One thing that all schematics have in common is the utter inability to drive a motor, or blink an LED, or filter out noise, or do any of the other useful and interesting things that we expect electrical systems to do. A schematic is, after all, just a drawing. To actually accomplish something with a circuit, we need to translate its schematic into physical components and physical interconnections. Simple schematics can often be realized on a breadboard, but the vast majority of circuit designs enter the physical realm in the form of a printed circuit board, or PCB for short.
The Structure of a PCB
A very basic printed circuit board is a flat, rigid, insulating material that has thin conductive structures adhering to one side. These conductive structures create geometric patterns consisting of, for example, rectangles, circles, and squares. Long, thin rectangles function as interconnections (i.e., the equivalent of wires), and various shapes function as connection points for components.
A printed circuit board such as the example in the image has only one conductive layer. A single-layer PCB is very restrictive; the circuit realization will not make efficient use of available area, and the designer may have difficulty creating the necessary interconnections.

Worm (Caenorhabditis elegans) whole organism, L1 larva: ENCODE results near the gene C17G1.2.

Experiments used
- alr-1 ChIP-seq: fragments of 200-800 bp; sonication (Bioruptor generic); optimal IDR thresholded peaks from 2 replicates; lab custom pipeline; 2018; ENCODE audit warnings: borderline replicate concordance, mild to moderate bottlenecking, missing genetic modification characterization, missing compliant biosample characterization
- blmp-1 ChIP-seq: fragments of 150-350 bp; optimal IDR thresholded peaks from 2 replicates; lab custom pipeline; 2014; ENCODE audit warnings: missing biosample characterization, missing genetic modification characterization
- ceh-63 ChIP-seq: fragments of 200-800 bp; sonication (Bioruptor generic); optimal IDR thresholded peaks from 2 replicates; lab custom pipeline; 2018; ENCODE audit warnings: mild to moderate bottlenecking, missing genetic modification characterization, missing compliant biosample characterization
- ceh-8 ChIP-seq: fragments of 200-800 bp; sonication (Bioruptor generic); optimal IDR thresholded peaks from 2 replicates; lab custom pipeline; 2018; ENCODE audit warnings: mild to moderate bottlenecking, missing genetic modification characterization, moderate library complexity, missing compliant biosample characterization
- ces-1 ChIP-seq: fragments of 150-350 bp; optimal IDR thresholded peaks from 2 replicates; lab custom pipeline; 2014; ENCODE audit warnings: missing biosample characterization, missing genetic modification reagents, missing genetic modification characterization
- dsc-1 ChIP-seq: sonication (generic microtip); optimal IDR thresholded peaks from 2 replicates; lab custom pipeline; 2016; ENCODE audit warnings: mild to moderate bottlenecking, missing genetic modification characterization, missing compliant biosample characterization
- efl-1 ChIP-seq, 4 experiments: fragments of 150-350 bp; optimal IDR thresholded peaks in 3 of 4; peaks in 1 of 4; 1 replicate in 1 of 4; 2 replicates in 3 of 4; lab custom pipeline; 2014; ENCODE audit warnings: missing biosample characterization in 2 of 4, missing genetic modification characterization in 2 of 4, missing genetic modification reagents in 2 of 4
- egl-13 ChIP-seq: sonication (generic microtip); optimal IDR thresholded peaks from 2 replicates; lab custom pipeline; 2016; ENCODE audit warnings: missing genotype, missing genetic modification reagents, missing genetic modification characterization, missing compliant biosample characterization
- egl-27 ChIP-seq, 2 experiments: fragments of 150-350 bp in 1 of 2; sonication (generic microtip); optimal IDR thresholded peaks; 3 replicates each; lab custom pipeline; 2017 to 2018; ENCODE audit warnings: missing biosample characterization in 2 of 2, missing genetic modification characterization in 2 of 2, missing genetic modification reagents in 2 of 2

Incorporating additional conductive layers makes the 2 Layers PCB more compact and easier to design. A two-layer board is a major improvement over a single-layer board, and most applications benefit from having at least four layers. A four-layer board consists of the top layer, the bottom layer, and two internal layers. (“Top” and “bottom” may not seem like typical scientific terminology, but they are nonetheless the official designations in the world of PCB design and fabrication.)
Understanding PCB Features and Terminology
There’s quite a bit of specialized vocabulary that arises in discussions of printed circuit boards. This section describes physical structures found on 4 Layers PCBs and gives you the words that we use to identify them.